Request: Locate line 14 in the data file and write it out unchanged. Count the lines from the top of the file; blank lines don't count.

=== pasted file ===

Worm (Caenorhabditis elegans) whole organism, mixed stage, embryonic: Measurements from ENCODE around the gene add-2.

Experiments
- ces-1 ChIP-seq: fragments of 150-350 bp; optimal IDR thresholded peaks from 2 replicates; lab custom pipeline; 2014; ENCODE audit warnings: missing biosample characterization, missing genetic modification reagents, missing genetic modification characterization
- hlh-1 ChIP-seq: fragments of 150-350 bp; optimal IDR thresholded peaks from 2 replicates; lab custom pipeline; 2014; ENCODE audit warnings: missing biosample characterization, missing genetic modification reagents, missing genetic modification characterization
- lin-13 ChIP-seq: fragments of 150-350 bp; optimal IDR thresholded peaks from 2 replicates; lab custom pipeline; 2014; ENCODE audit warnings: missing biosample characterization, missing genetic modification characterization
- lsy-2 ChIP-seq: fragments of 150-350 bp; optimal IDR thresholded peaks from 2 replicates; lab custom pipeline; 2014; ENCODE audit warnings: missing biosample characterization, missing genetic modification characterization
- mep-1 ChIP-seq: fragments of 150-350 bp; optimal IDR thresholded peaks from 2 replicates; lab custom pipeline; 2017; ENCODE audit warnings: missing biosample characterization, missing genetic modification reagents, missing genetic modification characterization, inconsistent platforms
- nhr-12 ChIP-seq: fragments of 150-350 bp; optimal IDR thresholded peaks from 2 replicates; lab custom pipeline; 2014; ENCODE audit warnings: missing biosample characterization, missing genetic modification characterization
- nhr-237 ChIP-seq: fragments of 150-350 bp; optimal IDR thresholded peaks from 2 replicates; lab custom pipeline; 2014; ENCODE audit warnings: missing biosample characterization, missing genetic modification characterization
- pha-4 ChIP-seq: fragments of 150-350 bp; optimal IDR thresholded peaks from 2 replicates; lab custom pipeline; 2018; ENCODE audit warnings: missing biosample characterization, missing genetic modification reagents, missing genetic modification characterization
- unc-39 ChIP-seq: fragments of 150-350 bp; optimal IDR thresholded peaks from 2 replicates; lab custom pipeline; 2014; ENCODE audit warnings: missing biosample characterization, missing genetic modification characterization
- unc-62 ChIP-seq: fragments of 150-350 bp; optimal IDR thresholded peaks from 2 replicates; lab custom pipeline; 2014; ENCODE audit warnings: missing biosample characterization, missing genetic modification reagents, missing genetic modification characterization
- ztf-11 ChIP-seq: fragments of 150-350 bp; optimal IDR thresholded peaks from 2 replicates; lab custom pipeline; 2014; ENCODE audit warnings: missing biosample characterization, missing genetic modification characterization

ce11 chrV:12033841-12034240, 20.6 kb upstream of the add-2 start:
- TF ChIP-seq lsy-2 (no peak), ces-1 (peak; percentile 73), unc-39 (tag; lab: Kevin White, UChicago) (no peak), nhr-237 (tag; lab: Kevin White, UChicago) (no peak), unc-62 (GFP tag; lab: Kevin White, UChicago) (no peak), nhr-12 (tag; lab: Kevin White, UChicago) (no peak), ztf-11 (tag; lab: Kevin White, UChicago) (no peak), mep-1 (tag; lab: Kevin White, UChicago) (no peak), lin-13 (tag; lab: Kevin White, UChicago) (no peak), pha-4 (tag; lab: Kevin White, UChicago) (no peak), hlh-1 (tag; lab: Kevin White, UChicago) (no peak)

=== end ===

ce11 chrV:12033841-12034240, 20.6 kb upstream of the add-2 start: